A David and Goliath tale with sweet ending for David.


Hotel Chocolat is a UK-based chocolate maker that distinguishes itself from competitors by growing the cocoa used to make the chocolate in their products, and by the quality and authenticity of the other ingredients of their products. Hotel Chocolat has built a brand that conveys luxury and sustainable business practices. Therefore, the appearance on the shelves of a UK supermarket, Waitrose, of what is arguably a copycat product of lower quality did not sit well with Hotel Chocolat, who viewed the Waitrose product as erosion of their brand and brand values.

Hotel Chocolat alleged that the Waitrose branded chocolate slab infringed its registered European Community Design of a curved chocolate slab, and demanded removal of the product from stores. Waitrose denied the allegation. Unfortunately for Waitrose, there were reported instances of consumers questioning whether Hotel Chocolat were contracted to produce the curved chocolate slab for Waitrose. Although this matter was not litigated, demonstration of actual confusion in the marketplace undermines a defence to deception in the marketplace.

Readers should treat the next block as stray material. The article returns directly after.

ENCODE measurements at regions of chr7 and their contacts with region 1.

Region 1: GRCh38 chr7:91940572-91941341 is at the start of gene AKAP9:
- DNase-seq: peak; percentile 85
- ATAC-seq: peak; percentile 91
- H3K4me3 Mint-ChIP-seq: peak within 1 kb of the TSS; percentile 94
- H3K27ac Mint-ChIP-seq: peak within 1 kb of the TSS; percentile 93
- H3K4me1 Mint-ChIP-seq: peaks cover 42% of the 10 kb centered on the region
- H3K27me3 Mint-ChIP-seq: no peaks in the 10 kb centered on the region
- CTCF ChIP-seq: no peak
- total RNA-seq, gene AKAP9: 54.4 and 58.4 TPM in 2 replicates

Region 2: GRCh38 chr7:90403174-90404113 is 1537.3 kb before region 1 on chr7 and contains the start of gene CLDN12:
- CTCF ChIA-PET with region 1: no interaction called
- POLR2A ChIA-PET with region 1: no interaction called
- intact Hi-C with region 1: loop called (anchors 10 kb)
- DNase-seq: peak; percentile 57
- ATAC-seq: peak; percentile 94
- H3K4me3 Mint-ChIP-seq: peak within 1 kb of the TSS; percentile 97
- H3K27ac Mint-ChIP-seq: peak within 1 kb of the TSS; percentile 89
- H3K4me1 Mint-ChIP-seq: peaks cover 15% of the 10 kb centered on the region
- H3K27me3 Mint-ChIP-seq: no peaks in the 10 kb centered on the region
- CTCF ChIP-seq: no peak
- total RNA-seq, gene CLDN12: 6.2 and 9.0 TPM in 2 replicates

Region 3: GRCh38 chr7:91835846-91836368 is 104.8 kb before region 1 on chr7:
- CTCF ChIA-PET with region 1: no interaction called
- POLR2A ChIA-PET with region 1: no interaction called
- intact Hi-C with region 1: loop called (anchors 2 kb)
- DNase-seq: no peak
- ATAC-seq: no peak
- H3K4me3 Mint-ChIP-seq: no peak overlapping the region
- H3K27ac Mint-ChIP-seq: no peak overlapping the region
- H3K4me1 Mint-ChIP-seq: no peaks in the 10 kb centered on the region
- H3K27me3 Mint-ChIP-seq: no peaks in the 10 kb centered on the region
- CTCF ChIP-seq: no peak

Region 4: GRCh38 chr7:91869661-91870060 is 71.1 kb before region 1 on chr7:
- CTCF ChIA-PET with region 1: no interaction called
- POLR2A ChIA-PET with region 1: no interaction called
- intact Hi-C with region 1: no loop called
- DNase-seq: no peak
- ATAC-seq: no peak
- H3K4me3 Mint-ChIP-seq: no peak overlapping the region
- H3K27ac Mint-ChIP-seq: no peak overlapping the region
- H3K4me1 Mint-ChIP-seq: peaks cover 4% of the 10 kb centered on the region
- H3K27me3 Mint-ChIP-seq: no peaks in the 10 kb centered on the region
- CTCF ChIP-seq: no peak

According to Hotel Chocolat, the initial demand to Waitrose seemed to fall on deaf ears. In a clever marketing move, Hotel Chocolat offered to swap a Waitrose product with a Hotel Chocolat product without charge in a so called “Slabgate amnesty”.

Despite Waitrose’s position that their product did not infringe Hotel Chocolat’s registered European Community Design, Waitrose has agreed to cease stocking the product once existing stock has been sold, citing the desire to avoid a protracted legal dispute. It was certainly brave of Hotel Chocolat to take on the might of Waitrose, and without a registered European Community Design, the strength of Hotel Chocolat’s position may be been diminished.

This story once again underscores the importance of registering and enforcing your intellectual property rights, particularly in those instances of a carefully cultivated brand.